You're just like your mother

Chest heavying, crazy eyes fixated on the wall, back against the door, these words rattle through every fiber of the house as my father shouts them at me from down the hallway.

Everything spins, and it doesn’t stop for hours, even after he thinks the argument is over and everything is all smiles. A too cold house on a summers day; I’m shivering when I shouldn’t be. My greatest fear exists in too perfect households and mothers who exist for all the reasons they tell you not to. I am bitter and angry with it, the idea of becoming my parents. It hides in the way I laugh, my short temper, or how I talk louder then I should, just as my mother does. I see it in how I look exactly like my father’s dead mother or whenever people tell me that I have my mother’s eyes. It seems inescapable.

 

I know my dad once shared the same fear I do, and the most terrifying part is now seeing him have become a carbon copy of his own father. Same old, same old, nonsense, bullshit yet somehow here he is, everything he once hated now coats his own personality like an old medal foil that’s taken years to rust. It’s the little things of course, you wouldn’t be able to notice it at first glance. But then you realize that his’s dialogue almost identical, and the way he over explains everything is well, like father like son. Generation to generation, like a family emblem. I can’t allow myself to think about it too much.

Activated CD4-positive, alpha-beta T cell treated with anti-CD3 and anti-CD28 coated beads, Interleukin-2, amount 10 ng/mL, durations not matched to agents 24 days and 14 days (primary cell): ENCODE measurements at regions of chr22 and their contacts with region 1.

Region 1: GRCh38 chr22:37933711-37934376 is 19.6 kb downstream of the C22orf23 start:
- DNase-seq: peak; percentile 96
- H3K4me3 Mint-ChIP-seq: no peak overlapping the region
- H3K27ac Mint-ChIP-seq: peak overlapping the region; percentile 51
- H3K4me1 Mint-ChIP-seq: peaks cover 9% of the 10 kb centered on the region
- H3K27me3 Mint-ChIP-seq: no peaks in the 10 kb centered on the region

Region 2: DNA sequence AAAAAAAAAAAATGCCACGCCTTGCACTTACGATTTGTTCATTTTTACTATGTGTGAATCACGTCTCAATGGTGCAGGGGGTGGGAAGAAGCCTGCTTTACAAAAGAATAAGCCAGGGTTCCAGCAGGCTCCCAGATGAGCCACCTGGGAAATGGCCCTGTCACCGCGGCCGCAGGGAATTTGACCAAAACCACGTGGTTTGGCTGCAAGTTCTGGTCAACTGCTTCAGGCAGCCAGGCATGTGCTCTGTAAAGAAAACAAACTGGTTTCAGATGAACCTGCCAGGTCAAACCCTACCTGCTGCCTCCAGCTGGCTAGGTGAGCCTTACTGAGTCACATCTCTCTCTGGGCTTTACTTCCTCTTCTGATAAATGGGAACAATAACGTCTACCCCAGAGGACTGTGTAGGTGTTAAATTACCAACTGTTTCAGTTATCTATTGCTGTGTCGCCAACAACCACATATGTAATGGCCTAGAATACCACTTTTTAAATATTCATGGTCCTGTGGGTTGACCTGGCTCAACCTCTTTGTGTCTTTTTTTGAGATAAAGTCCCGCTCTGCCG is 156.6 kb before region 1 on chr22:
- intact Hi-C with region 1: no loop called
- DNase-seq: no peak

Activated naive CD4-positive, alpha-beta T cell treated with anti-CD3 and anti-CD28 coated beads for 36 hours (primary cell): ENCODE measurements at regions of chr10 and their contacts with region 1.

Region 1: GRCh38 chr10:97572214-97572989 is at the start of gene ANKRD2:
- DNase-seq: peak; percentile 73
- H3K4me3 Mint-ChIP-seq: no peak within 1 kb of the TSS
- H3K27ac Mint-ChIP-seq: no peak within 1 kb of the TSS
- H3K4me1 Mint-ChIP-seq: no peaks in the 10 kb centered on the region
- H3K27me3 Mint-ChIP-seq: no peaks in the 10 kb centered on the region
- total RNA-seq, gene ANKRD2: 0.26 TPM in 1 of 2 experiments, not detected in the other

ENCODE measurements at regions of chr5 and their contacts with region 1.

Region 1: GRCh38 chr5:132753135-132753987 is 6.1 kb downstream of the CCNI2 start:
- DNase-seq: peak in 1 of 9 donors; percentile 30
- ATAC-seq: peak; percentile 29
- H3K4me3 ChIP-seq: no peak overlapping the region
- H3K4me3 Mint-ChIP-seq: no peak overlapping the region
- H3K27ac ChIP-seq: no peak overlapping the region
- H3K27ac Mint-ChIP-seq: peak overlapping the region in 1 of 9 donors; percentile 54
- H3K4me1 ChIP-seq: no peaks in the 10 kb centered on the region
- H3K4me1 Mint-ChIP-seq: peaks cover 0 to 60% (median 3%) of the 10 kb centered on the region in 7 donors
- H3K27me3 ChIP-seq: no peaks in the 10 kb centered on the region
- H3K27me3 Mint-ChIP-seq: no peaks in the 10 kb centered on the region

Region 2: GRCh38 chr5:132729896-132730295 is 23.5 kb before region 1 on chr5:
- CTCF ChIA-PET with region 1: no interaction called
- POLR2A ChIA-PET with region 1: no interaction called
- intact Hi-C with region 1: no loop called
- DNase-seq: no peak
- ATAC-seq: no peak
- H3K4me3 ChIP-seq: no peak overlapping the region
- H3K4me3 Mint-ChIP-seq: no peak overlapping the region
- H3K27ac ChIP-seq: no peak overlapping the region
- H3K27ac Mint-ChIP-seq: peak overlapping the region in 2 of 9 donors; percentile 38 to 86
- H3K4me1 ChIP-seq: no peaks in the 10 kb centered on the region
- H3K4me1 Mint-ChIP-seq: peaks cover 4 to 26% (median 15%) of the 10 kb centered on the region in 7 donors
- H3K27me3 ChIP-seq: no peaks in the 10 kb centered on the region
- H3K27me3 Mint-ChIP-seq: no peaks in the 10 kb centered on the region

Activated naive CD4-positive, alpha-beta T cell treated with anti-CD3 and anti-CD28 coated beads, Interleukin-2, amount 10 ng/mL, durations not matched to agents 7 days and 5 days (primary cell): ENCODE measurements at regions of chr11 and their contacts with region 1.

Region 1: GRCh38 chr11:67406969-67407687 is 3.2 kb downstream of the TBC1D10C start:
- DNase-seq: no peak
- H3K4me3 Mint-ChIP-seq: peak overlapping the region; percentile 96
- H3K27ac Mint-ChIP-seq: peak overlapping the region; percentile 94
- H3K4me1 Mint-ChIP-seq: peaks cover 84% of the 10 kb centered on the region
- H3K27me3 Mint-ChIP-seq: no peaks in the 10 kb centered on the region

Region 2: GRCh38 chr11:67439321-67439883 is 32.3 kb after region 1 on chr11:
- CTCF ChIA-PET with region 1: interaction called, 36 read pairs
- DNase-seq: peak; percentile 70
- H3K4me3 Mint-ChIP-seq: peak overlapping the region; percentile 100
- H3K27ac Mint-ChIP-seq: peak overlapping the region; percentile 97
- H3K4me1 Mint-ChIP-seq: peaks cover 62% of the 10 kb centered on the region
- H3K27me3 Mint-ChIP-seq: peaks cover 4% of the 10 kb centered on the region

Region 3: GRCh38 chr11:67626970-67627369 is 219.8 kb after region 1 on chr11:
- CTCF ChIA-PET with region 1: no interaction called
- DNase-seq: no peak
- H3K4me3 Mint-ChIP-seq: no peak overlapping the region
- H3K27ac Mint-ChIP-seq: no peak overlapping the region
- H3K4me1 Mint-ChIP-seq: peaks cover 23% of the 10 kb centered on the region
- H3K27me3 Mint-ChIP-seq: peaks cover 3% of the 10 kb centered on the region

With every parent there is a good and a bad side. As their children, we see the bad side more often than any other people. We see the way our parents act and we realize that we never want to be like that.

 

I tell myself that its ok to pick out the bad in your parents, to acknowledge and take note of it, and then monitor my own personality for these traits. When I come across one of them, I try to see what’s triggering it. The best way to improve is to look at the people around you and pick out the good, and throw away the bad.

 

You don’t have to allow yourself to grow into your parents. The people you were raised around don’t have to define who you are or what you will become. You are so much more than your mother’s eyes.